As far as I’m concerned, [the New Zealand Curriculum] is the best in the world… New Zealand has got to the essence of what a curriculum needs to be in the 21st Century.
— Dr. Julia Atkin
In this video, Dr. Julia Atkin looks at the evolution of curricula and discusses how the current curriculum requires a shift in perspective: from a teacher of the subject to a teacher of the person.
The National Curriculum sets the direction for learning in New Zealand and provides guidance for schools as they design and review their curriculum. Composed of the New Zealand Curriculum (English medium) and Te Marautanga o Aotearoa (Māori medium), both documents start with a vision of young people developing the competencies they need for study, work and lifelong learning, so they may go on to realise their potential.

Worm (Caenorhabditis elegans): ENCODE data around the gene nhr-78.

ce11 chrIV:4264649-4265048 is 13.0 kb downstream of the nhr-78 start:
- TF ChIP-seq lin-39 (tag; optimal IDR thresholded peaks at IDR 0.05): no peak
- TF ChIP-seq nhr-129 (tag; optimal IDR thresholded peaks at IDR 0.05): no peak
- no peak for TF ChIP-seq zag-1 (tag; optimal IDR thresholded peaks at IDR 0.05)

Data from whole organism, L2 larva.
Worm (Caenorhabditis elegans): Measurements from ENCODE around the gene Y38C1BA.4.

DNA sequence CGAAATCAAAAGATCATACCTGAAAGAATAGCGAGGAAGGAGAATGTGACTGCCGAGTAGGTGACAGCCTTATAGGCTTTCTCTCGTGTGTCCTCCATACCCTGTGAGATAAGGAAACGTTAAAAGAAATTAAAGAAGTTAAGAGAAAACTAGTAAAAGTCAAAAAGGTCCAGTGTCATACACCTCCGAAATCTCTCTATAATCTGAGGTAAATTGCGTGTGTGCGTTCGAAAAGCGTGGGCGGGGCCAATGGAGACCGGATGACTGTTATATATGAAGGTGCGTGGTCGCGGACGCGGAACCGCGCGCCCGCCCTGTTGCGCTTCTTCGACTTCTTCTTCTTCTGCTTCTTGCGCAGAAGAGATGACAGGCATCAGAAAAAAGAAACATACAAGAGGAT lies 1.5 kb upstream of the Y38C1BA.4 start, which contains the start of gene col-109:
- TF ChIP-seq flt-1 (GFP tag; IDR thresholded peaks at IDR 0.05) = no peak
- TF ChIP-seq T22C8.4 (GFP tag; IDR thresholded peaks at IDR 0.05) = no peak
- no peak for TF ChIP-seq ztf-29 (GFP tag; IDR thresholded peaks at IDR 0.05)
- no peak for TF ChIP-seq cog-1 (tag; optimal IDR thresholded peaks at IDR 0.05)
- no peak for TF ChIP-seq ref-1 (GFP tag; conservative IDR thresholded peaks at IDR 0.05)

The National Curriculum makes it clear that education in New Zealand puts learners at the centre of teaching and learning, asserting that they should experience a curriculum that engages and challenges them, is forward-looking and inclusive, and affirms New Zealand’s unique identity.
The National Curriculum further establishes that learners will be encouraged to value:
- Excellence by aiming high and by persevering in the face of difficulties.
- Innovation, inquiry, and curiosity by thinking critically, creatively, and reflectively.
- Diversity as found in our different cultures, languages, and heritages.
- Equity through fairness and social justice.
- Community and participation for the common good.
- Ecological sustainability which includes care for the environment.
- Integrity which involves being honest, responsible, and accountable and acting ethically, and
- Respect for themselves, others, and human rights.
The specific ways in which these values find expression in an individual school will be guided by dialogue between the school and its community. They should be evident in the philosophy, structures, curriculum, learning spaces, and relationships of schools.